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Published on August 14th, 2015 | by James Ayre

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Brazil Will Contract 2–3 GW Of New Solar Energy Projects During Auctions In 2015–2018

August 14th, 2015 by  



The Brazilian government will contract roughly 2–3 gigawatts (GW) of new solar energy projects between the years 2015 and 2018 as part of its commitment to national electricity generation + transmission plans, according to recent reports.

These figures mean that the annual averaged newly contracted solar energy capacity between the months of August 2015 and December 2018 will rest somewhere between 500 megawatts (MW) and 750 MW — on the conservative side, anyways.

brazil flag

There are currently two national solar auctions scheduled for 2015 — one a few weeks from now on August 28, and one a bit later, on November 13. To date, the solar auctions have already been oversubscribed by more than 17 GW, with total proposed solar photovoltaic (PV) project capacity standing around 20.5 GW across 600 bidders. Proposed projects have to be fully functional by November 2018 in order to get access to 20 year power purchase agreements (PPAs).

Eduardo Braga, the country’s Minister of Mines and Energy, also made the announcement that there is expected to be an accompanying “micro-generation program” for solar energy installations — no details have been released about that yet, though. The country’s National Electric Energy Agency (ANEEL) also has a program now ongoing concerning net metering regulation — that reportedly has the potential to result in the addition of ~500,000 solar PV systems, equalling as a much as 2 GW in capacity in ~10 years.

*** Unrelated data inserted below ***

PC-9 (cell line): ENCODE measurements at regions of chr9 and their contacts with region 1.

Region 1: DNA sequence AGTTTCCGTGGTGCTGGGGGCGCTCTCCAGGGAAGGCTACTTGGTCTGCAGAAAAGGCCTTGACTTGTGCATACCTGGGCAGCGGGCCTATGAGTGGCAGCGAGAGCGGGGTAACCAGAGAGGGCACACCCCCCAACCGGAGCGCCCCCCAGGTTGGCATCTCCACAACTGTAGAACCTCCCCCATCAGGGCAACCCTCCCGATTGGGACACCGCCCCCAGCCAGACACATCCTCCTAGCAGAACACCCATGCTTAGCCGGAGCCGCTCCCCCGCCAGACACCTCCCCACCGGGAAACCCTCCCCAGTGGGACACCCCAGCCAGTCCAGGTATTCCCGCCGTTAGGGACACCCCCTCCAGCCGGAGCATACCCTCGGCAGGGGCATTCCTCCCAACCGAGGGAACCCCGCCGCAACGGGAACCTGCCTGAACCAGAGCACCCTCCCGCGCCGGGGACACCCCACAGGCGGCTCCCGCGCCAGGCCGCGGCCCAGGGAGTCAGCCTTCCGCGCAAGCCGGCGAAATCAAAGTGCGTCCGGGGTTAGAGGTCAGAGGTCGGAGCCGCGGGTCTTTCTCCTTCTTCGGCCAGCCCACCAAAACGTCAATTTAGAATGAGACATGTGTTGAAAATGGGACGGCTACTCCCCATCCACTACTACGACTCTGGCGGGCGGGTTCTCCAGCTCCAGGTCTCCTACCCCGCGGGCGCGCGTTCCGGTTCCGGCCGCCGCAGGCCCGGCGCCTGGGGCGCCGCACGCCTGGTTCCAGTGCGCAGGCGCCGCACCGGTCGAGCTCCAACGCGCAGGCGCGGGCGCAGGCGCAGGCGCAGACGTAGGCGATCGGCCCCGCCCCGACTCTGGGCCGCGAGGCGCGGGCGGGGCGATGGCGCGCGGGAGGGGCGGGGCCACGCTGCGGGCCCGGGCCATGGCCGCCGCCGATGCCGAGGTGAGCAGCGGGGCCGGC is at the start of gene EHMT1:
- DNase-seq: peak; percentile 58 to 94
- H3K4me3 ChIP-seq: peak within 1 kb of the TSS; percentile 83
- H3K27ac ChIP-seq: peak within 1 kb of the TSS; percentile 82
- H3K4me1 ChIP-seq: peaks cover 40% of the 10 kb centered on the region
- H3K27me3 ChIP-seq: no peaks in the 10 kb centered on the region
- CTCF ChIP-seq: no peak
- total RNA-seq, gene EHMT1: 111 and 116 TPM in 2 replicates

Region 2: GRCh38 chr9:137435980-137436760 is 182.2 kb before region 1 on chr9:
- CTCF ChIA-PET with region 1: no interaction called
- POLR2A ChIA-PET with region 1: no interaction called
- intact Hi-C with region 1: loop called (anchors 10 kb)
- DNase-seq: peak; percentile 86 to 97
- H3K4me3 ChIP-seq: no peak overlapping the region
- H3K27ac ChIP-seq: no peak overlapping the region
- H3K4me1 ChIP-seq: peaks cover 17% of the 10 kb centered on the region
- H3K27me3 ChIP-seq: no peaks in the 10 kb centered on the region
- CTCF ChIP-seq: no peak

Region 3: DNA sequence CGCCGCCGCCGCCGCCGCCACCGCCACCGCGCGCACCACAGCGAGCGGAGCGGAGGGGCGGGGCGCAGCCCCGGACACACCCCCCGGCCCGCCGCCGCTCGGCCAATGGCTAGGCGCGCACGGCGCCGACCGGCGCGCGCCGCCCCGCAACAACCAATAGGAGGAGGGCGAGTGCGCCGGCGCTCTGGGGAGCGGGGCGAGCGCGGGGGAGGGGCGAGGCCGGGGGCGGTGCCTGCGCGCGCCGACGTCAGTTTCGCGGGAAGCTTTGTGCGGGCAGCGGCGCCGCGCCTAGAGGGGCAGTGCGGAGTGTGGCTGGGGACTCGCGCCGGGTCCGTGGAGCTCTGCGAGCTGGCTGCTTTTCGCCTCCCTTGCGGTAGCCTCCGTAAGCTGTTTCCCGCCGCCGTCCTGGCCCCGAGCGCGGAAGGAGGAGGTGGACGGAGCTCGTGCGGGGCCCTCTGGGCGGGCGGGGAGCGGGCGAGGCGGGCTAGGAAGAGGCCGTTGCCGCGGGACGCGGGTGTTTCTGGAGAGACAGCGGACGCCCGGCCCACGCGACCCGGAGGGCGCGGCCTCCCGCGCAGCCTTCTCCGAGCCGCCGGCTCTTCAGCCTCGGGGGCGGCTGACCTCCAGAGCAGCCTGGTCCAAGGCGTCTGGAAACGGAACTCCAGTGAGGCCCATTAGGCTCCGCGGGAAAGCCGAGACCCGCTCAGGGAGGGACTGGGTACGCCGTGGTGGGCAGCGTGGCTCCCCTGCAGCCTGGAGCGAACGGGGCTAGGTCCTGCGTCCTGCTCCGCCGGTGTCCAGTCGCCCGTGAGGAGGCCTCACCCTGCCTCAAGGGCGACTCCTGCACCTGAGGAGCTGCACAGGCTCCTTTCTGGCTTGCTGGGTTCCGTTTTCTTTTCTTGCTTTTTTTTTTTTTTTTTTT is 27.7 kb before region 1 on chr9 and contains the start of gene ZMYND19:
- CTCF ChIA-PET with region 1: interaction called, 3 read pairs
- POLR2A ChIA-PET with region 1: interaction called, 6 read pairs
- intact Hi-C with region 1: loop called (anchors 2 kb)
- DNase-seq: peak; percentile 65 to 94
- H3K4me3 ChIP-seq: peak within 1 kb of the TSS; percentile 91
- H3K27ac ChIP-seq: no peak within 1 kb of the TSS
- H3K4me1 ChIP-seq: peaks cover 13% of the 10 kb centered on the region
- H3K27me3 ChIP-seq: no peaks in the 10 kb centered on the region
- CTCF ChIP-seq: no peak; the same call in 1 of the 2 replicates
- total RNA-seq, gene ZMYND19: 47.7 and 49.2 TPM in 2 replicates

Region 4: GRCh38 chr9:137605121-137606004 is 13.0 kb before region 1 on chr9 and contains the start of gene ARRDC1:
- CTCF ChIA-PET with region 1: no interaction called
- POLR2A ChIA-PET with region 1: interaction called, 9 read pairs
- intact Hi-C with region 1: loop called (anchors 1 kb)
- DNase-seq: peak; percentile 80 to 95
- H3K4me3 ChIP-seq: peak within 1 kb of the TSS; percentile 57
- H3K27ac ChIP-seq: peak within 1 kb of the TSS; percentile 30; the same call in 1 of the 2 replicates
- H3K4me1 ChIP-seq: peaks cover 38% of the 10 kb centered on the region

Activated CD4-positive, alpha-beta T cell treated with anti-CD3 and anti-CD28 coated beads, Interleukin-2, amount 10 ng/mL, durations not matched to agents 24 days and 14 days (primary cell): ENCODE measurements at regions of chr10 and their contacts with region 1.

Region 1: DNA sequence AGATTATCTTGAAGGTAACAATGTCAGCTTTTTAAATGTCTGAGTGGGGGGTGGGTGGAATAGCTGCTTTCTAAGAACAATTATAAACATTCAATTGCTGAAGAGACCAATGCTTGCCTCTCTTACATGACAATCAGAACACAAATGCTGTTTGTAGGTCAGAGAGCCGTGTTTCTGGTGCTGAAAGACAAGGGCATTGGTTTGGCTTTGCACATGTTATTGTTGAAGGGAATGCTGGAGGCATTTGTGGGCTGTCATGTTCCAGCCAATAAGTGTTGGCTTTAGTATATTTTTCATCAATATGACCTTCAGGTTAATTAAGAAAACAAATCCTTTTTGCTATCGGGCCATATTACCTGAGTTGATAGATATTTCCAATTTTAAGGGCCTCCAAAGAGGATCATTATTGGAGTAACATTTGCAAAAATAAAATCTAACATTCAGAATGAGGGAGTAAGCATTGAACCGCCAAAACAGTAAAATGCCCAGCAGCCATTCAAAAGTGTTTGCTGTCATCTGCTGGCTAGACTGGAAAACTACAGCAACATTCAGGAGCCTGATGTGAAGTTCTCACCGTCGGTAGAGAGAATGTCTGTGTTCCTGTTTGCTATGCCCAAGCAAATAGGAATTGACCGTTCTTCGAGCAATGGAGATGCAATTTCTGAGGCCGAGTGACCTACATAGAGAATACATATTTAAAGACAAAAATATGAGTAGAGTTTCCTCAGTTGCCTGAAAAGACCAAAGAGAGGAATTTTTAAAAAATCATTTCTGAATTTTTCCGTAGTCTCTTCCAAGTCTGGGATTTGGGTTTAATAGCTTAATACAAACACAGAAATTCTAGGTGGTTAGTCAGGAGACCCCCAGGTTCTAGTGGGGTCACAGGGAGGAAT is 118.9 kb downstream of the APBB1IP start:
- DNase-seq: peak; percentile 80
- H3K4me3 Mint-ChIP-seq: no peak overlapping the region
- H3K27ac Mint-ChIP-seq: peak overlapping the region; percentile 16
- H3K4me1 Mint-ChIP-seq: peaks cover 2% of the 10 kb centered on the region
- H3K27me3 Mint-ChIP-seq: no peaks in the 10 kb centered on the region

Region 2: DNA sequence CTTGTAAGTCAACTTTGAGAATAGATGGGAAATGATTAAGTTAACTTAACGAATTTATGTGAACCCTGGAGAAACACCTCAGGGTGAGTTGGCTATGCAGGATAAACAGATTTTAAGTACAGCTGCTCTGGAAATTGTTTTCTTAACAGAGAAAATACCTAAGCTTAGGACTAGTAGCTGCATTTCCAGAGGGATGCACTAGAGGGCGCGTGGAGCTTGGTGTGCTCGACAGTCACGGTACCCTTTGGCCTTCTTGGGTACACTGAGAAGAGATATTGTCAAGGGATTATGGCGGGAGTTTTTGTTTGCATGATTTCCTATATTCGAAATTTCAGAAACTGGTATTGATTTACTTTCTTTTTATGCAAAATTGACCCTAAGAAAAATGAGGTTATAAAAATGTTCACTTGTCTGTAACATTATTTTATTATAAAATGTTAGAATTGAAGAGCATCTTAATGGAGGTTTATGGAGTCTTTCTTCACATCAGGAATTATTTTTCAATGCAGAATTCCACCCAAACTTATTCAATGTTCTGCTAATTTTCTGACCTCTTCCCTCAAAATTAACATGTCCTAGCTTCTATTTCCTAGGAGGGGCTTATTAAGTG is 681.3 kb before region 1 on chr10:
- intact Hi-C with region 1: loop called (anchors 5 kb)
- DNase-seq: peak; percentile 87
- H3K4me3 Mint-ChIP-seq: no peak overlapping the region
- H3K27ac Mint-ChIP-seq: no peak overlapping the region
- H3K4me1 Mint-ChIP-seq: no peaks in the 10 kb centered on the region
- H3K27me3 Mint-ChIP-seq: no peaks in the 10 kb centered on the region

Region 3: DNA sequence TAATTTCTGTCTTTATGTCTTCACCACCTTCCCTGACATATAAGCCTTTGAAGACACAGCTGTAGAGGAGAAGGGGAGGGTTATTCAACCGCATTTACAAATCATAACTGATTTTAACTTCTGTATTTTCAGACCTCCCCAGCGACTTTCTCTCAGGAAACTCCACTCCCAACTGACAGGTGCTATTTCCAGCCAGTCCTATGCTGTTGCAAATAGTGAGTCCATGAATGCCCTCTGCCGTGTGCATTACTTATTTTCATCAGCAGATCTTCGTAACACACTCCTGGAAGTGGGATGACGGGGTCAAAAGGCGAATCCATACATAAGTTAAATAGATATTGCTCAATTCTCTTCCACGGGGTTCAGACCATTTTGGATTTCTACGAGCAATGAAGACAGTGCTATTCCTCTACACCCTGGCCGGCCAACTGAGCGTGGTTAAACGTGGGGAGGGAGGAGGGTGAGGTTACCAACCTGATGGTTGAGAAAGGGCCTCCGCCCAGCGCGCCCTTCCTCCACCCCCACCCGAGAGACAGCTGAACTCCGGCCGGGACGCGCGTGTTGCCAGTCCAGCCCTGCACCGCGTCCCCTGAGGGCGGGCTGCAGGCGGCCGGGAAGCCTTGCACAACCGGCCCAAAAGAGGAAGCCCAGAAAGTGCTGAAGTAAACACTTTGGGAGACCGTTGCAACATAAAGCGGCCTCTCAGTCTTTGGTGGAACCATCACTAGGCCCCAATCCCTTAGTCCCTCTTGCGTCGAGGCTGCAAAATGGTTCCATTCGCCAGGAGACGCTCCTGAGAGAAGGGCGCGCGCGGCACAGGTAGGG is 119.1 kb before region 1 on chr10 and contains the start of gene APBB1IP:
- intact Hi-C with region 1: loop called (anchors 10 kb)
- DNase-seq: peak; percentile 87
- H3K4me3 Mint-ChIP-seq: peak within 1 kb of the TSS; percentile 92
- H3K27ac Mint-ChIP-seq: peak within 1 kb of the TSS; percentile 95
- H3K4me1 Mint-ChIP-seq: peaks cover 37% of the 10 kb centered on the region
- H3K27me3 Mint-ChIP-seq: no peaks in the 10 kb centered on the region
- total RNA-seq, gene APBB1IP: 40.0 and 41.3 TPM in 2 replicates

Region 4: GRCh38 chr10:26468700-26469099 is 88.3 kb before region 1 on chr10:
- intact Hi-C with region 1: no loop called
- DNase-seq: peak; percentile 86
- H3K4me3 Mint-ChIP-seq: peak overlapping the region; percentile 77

On a side note, the leading Brazilian energy company Cemig (possessing roughly 12% of national electricity distribution share) is currently seeking partners for a new $1.15 million solar energy project to be built in Minas Gerais — according to Reuters. Interestingly, the company is aiming to produce the solar PV panels locally. 
 





 

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About the Author

James Ayre's background is predominantly in geopolitics and history, but he has an obsessive interest in pretty much everything. After an early life spent in the Imperial Free City of Dortmund, James followed the river Ruhr to Cofbuokheim, where he attended the University of Astnide. And where he also briefly considered entering the coal mining business. He currently writes for a living, on a broad variety of subjects, ranging from science, to politics, to military history, to renewable energy.



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